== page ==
Philosophical Questions

Hey, everyone! As it turns out, my last post garnered a bit of positive feedback from you guys. Instead of philosophical quotations, some of you sent us some questions that are quite philosophical in nature. It was quite a joy reading through them and answering them. So I asked Julie for another nightcap and we came up with our answers.

Is it wrong to buy your kids Christmas presents when a disaster has struck your area and others are struggling?

Me: Hooboy. This one made me think quite a bit. To be honest, I don’t see anything wrong with it. It’s still my money and it’s my prerogative on how I’m going to spend it despite the occurrences around my family. In fact, since there was a disaster in the area, having an extra holiday cheer will go a long way for the morale of my family.

Julia: I can see why this is a touchy topic for some. It’s the same line of logic as “Should I feel bad for spending on expensive food when there are people dying of hunger?” sort of thing. While I think the world would be a better place if we all helped each other out, this is something that should be done out of the goodness of your heart and not because you feel socially pressured into it. I, personally, would hold a family meeting to discuss this. Do we spend on Christmas presents and the like or is there something else we want to do with it. Ultimately, it is the decision of the family or of the parent which determines the outcome regardless of outside opinion.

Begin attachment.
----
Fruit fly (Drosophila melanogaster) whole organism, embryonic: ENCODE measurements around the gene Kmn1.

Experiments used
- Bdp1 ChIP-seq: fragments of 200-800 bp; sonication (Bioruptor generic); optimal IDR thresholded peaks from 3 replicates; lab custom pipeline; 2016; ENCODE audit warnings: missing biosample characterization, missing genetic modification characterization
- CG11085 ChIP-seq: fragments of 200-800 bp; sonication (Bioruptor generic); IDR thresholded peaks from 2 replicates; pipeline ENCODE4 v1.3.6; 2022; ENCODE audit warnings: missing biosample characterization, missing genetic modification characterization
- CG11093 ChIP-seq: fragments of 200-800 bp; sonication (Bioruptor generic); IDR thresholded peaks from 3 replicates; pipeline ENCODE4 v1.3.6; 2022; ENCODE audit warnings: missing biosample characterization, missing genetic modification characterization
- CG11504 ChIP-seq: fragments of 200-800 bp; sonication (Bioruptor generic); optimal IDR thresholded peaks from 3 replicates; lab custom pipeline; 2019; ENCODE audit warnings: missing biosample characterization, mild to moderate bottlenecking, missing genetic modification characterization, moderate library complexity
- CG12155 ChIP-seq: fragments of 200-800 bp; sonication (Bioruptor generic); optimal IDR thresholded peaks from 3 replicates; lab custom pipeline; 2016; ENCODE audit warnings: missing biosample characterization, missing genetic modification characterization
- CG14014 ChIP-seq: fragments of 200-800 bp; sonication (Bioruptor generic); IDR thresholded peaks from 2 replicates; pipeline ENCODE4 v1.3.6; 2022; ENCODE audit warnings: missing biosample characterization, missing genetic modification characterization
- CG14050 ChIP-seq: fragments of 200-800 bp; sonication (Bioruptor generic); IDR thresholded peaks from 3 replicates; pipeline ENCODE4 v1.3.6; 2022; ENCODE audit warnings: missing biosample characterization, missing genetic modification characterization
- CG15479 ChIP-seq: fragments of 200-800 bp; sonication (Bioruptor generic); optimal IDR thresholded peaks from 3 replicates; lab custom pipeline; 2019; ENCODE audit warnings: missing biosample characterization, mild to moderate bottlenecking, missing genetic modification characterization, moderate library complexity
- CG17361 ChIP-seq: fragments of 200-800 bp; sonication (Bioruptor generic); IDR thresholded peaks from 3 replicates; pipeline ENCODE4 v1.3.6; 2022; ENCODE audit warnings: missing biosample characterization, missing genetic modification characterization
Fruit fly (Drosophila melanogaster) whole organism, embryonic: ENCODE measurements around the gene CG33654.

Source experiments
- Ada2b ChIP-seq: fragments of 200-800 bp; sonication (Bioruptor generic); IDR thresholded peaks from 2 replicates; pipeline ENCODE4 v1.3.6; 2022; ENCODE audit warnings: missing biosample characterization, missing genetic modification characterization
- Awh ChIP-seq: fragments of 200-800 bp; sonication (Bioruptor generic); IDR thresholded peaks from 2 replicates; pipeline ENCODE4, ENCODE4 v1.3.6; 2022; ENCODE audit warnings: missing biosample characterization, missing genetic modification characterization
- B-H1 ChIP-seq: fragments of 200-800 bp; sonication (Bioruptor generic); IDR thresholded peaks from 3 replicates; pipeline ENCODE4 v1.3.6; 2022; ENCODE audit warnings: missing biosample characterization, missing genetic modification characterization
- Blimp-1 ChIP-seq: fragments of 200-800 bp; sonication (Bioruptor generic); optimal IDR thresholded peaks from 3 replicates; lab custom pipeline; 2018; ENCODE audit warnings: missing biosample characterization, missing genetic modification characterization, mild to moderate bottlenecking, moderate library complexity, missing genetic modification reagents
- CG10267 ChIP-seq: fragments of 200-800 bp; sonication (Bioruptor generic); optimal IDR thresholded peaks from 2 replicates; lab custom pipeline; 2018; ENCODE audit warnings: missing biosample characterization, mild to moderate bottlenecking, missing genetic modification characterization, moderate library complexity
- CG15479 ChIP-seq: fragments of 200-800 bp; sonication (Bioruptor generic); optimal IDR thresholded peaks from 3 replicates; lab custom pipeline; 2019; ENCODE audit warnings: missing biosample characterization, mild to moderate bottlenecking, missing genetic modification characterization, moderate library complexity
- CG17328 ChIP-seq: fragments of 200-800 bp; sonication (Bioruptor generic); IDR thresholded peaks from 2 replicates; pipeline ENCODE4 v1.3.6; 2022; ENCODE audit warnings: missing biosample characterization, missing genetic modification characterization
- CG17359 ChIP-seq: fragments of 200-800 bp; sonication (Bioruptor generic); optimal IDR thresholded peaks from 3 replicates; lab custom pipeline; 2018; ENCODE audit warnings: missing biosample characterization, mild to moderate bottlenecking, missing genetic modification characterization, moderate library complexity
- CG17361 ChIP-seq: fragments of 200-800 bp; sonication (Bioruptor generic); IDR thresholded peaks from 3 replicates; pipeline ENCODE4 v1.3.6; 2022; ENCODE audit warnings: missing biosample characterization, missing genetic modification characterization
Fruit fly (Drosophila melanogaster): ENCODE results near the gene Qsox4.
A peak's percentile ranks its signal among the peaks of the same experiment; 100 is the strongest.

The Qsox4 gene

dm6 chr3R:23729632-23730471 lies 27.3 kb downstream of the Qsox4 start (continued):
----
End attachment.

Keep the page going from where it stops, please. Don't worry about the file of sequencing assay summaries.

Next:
Is life devoid of meaning if we live forever?

Me: Yes. Life is beautiful because it is fleeting.

Julia: No. Meaning is placed into something we value. If you value every single day of your immortal life, you can still have meaning in your life.

Is it possible for something to be in two places at once?

Me: Ooh I love the answer to this one. One of my favorite movies is A Walk To Remember. One of the dreams of Mandy Moore’s character is to be in two places at once. Her love interest takes her to a state border and has her stand above it–effectively being in two places at once. So realistically, in that sense, yes–it is possible to be in two places at once.

Julia: It’s a bit odd now as the concept of ‘being’ is rather fluid. Physically speaking, probably not–unless you send your body parts to different places–EW. But for example, if you have a relative who’s abroad and they video chat with you–physically you aren’t there but on the emotional aspect of the thing, you are. You aren’t missing out on whatever it is they’re showing you and you get to stay exactly where you are. So in doing so, you are sort of in two places at once.

Why do we dream?

Me: I think we dream because we need it. We get to explore worlds, scenarios, and feelings that can sort of prepare us for if and when it occurs during waking life. Personally, I look forward to my dreams each night because it’s like my own personal movie.

Julia: To stay sane, really. Our brains process so much data that it needs an outlet for certain thoughts or rationalizations. I think we dream because we can. If that makes sense to you.

 

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